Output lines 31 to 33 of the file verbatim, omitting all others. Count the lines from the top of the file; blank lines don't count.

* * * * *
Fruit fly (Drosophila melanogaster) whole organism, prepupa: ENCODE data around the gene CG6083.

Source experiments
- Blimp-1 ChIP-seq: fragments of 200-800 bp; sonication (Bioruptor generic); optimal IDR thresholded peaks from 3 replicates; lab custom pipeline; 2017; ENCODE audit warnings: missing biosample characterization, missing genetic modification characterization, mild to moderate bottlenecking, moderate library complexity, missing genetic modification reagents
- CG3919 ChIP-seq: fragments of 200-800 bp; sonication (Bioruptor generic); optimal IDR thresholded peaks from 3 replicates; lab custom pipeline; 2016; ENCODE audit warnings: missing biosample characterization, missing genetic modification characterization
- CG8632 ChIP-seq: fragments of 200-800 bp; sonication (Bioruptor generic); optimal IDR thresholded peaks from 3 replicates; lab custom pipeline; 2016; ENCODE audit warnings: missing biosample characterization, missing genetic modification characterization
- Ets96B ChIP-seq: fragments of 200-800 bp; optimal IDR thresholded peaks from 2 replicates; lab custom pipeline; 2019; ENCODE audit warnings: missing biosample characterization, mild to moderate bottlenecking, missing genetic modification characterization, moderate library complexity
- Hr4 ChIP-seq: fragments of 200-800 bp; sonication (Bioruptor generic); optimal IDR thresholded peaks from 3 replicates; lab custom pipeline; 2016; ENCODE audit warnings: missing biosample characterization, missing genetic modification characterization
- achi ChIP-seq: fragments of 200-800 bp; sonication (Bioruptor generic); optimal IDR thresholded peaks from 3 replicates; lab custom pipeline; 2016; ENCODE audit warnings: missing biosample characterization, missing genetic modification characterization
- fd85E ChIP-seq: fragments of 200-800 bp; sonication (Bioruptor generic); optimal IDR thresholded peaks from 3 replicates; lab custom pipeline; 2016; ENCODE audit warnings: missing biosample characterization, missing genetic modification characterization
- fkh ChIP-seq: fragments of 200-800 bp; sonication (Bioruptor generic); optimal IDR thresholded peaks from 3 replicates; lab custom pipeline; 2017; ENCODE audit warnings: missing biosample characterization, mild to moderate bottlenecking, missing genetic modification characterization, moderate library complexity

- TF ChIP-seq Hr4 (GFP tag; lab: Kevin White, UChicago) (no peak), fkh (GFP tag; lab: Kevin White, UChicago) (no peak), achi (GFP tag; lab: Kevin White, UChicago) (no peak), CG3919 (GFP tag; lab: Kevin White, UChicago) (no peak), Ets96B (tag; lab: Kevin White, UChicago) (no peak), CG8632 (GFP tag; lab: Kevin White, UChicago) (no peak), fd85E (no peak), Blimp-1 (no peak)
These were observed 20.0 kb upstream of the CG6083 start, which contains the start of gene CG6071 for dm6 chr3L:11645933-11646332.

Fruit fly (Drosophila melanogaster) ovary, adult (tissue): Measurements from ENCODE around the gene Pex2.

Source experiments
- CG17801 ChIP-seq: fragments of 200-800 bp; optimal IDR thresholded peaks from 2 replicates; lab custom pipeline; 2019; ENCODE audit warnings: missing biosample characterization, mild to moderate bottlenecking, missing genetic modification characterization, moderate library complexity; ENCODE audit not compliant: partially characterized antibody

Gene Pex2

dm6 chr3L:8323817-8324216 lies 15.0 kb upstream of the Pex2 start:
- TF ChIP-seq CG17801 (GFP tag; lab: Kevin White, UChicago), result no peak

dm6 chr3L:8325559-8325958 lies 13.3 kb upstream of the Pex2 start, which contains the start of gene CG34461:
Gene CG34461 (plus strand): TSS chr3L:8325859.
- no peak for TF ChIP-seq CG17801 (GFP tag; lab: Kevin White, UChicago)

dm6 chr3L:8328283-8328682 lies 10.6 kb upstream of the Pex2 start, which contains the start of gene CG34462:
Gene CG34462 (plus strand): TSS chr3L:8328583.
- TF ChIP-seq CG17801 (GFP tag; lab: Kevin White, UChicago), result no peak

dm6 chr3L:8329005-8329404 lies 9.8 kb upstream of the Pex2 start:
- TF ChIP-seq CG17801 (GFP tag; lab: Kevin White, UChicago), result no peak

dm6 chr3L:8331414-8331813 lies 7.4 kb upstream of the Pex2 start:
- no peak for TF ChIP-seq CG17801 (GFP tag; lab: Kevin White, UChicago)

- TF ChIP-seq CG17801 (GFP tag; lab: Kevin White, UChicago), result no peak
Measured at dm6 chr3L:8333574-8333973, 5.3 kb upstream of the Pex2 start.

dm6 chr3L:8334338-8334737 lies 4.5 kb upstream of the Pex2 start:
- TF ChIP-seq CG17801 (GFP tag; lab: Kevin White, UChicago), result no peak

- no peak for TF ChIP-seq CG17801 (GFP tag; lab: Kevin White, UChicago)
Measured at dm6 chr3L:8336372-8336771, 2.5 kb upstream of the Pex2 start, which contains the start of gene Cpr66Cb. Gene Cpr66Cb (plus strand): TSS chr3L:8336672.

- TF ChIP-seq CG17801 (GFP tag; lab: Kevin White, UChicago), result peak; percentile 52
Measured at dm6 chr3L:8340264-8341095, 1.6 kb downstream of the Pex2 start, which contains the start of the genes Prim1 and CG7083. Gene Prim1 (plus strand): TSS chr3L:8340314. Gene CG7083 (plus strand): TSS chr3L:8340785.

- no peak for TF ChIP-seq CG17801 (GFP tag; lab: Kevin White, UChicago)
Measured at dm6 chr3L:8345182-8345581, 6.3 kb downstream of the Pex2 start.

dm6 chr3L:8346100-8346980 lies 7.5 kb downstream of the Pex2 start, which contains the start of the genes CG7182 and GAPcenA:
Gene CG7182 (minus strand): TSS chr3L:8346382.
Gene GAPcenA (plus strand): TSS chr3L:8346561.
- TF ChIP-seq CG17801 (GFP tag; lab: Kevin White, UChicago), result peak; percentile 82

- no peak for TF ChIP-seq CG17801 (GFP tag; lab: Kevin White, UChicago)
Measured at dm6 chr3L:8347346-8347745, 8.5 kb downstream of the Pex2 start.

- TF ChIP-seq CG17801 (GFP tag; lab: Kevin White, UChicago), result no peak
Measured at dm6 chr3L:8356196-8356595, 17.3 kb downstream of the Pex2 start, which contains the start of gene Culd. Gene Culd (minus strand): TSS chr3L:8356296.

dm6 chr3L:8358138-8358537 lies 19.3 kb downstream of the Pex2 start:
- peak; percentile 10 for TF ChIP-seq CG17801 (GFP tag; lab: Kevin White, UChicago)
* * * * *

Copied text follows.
dm6 chr3L:8334338-8334737 lies 4.5 kb upstream of the Pex2 start:
- TF ChIP-seq CG17801 (GFP tag; lab: Kevin White, UChicago), result no peak

- no peak for TF ChIP-seq CG17801 (GFP tag; lab: Kevin White, UChicago)